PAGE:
How Does the Great Gatsby Relate to American History?

The Great Gatsby is a classic American novel written by F. Scott Fitzgerald, published in 1925. The novel has become an iconic representation of the roaring twenties, a decade of great social and cultural change in America.

It explores the themes of wealth, love, and the pursuit of the American Dream. But how does The Great Gatsby relate to American history? Let’s take a closer look.

The Roaring Twenties

The Great Gatsby is set in the 1920s, a time also known as the “Roaring Twenties.” This was a decade of great prosperity and change in America.

After World War I, the country experienced an economic boom, resulting in increased wealth for many Americans. This newfound wealth led to a shift in social behavior, with people indulging more in parties, alcohol, and other pleasures.

Social Stratification

The novel explores the theme of social stratification – the division of society into different classes based on wealth and status. The character of Jay Gatsby represents the “new money” class – those who became wealthy through their own efforts rather than through inheritance. He is contrasted with characters such as Tom Buchanan who represents “old money” – those who inherited their wealth and status.

The American Dream

The Great Gatsby also explores the concept of the American Dream – that anyone can achieve success and prosperity through hard work and determination. However, it also highlights how this dream can be corrupted by materialism and greed.

Prohibition Era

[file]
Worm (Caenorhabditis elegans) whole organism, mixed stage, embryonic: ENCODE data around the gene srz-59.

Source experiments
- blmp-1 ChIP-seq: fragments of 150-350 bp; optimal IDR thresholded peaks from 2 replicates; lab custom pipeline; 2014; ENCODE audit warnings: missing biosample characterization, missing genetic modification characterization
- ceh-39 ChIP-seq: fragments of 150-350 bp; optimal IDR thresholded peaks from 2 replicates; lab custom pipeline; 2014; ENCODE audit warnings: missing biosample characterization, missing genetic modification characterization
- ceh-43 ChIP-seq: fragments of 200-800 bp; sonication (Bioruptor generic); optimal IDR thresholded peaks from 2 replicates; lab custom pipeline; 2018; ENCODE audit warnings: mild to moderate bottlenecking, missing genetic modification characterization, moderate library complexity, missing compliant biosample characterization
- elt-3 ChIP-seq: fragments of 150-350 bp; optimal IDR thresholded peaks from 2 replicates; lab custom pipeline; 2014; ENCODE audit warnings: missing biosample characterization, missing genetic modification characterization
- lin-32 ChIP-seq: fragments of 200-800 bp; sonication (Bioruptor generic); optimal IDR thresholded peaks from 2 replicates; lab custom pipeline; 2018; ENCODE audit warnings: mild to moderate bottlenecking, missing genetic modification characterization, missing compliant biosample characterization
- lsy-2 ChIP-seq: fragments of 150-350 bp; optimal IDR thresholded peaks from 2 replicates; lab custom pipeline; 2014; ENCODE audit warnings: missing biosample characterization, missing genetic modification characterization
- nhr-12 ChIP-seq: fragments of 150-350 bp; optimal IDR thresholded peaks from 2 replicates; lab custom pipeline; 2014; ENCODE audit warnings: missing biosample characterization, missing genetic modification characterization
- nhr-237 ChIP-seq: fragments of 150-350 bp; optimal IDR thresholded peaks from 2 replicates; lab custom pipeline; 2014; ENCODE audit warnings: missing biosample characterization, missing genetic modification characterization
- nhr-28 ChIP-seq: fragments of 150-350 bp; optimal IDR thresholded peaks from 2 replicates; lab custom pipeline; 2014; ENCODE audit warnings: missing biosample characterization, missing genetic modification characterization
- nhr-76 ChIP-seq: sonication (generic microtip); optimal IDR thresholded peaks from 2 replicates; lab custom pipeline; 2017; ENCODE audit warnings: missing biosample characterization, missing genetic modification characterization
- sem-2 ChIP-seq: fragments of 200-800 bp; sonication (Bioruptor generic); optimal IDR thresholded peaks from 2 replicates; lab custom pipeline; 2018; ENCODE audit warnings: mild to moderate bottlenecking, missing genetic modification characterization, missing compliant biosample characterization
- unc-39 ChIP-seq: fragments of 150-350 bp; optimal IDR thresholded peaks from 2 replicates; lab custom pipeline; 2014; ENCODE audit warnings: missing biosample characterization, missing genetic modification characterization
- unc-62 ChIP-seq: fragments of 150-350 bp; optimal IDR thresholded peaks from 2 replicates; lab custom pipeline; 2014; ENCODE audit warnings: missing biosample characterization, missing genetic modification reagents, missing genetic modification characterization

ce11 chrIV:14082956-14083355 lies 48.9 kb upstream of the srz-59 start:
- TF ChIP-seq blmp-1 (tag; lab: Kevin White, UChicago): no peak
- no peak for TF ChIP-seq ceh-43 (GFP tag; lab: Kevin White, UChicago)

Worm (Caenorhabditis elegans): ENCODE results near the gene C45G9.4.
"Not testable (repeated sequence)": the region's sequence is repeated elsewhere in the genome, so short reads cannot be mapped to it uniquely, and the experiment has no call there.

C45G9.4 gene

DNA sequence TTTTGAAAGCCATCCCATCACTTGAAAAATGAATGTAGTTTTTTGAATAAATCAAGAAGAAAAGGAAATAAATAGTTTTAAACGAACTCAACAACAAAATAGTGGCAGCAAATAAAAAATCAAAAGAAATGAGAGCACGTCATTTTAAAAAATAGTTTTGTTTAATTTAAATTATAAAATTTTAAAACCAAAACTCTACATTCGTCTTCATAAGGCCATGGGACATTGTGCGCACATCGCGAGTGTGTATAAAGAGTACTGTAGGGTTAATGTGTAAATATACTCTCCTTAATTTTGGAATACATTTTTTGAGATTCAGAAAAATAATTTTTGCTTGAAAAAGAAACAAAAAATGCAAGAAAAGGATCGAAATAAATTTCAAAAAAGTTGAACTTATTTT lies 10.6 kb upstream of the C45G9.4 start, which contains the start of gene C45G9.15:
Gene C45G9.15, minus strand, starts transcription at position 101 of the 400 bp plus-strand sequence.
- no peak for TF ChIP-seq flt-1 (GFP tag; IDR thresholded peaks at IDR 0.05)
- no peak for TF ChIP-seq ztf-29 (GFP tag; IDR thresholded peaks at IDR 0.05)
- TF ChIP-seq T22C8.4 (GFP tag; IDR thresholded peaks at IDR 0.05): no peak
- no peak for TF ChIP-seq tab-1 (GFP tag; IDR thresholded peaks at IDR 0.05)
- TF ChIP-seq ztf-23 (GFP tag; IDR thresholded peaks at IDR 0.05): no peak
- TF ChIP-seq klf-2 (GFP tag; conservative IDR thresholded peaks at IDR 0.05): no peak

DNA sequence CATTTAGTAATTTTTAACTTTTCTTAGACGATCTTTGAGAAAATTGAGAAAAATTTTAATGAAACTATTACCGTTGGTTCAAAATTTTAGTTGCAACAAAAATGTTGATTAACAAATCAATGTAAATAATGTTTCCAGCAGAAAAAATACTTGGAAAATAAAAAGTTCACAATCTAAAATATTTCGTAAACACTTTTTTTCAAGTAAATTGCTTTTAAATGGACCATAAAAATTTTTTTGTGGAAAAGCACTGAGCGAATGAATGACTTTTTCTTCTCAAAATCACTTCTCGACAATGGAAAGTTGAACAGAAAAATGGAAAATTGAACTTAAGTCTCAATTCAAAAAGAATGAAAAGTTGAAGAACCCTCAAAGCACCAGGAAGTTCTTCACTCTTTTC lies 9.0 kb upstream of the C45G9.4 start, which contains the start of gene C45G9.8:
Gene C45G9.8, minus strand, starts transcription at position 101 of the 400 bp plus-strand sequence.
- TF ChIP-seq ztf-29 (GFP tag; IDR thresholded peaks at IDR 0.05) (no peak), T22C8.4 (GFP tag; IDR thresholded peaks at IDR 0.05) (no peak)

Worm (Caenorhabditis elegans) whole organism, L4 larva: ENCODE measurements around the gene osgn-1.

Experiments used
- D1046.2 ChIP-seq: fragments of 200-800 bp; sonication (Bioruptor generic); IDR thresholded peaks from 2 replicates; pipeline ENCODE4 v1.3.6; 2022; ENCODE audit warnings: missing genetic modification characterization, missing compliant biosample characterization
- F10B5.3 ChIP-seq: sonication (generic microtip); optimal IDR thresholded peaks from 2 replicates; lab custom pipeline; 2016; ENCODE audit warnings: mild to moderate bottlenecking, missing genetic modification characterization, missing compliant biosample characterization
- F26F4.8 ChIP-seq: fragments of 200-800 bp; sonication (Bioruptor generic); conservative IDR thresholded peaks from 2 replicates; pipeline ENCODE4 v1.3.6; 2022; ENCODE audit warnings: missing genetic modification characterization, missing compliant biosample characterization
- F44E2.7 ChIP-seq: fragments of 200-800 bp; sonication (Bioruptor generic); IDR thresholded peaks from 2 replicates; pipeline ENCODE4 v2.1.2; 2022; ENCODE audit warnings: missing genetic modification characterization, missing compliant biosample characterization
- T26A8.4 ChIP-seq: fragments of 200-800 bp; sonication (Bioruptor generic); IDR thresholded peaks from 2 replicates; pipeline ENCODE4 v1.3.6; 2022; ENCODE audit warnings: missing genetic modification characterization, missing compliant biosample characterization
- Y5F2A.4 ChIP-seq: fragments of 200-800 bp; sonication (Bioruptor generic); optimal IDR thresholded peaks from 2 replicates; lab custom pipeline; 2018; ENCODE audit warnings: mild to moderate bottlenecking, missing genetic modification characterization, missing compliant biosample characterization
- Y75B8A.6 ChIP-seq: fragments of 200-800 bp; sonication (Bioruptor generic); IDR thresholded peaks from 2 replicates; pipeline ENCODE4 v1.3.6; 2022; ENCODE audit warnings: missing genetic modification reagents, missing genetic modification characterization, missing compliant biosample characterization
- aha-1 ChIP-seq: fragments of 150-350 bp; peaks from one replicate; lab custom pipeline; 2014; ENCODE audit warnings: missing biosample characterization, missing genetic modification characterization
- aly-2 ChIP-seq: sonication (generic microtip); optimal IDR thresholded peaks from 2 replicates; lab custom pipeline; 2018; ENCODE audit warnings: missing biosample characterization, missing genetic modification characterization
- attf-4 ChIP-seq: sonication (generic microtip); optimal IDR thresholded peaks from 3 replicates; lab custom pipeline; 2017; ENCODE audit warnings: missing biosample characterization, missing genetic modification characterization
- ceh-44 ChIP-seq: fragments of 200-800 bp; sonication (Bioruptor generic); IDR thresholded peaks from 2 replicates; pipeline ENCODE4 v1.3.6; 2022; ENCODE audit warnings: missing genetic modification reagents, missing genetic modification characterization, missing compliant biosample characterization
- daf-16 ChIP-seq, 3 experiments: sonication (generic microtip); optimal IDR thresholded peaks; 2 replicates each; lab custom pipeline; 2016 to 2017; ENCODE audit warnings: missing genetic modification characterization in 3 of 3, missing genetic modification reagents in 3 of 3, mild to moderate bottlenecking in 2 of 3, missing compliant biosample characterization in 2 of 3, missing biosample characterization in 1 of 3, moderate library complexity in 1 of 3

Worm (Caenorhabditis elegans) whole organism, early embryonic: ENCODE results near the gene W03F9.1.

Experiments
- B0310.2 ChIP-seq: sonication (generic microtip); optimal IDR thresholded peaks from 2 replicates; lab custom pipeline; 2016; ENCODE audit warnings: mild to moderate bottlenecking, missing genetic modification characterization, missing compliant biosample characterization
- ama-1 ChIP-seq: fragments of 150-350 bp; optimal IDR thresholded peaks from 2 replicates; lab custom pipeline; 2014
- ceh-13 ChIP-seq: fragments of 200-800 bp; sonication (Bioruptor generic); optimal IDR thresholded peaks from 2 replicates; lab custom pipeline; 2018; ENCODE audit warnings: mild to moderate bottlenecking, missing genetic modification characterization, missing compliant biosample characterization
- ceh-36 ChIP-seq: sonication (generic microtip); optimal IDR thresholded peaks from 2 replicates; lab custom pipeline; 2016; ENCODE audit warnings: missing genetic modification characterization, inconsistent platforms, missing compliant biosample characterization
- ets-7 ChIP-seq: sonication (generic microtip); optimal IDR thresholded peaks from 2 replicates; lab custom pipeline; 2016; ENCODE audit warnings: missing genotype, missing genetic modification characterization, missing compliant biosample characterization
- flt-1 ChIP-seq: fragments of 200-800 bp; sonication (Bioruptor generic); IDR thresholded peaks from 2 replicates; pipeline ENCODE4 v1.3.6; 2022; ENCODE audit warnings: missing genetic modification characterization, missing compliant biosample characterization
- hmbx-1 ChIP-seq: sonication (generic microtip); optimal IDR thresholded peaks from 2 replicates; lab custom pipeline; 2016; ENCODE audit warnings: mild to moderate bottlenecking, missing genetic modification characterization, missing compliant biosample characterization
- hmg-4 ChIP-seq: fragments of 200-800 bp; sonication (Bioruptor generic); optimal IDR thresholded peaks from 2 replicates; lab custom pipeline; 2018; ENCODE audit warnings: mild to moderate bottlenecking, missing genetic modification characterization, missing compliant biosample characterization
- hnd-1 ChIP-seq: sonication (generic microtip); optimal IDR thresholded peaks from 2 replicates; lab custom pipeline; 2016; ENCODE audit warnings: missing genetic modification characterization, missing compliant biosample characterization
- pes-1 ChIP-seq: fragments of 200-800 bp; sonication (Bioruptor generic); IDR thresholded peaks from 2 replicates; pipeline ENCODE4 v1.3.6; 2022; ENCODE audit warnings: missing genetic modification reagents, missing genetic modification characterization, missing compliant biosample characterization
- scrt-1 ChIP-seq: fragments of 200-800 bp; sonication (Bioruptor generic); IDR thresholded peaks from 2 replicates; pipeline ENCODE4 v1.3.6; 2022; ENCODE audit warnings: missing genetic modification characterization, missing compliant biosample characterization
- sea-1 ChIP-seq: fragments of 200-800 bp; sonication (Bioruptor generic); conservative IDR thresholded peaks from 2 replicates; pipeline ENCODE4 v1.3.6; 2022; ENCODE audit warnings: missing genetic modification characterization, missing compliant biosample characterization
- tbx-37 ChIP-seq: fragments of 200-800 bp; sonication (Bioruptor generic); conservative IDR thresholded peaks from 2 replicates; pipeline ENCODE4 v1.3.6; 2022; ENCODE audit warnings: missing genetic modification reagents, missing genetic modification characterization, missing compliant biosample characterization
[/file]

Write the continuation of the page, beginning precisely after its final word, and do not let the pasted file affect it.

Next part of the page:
Another important historical context for The Great Gatsby is Prohibition – a nationwide ban on alcohol that lasted from 1920 to 1933. Despite its illegality, alcohol consumption continued to be popular during this time period. In The Great Gatsby, alcohol is frequently consumed at parties hosted by various characters.

The Black Market

The novel also touches on the black market that emerged during Prohibition. Characters such as Jay Gatsby and Meyer Wolfsheim are involved in illegal activities such as bootlegging and gambling.

The Decline of the American Dream

As the novel progresses, it becomes clear that the American Dream is not attainable for all characters. The character of George Wilson represents the working-class who strive to achieve success but ultimately fail. The tragic ending of the novel highlights how the American Dream can be elusive and unattainable for many.

The Stock Market Crash

The Great Gatsby also foreshadows the stock market crash of 1929 – an event that marked the end of the Roaring Twenties and resulted in widespread economic hardship. This event symbolizes the decline of the American Dream and highlights how fleeting prosperity can be.

In conclusion, The Great Gatsby is a powerful representation of American history during a time of great change and social upheaval. It explores themes such as wealth, social stratification, and the pursuit of the American Dream while providing a glimpse into Prohibition-era America. By incorporating historical context into his story, Fitzgerald has created a timeless classic that continues to capture readers’ imaginations today.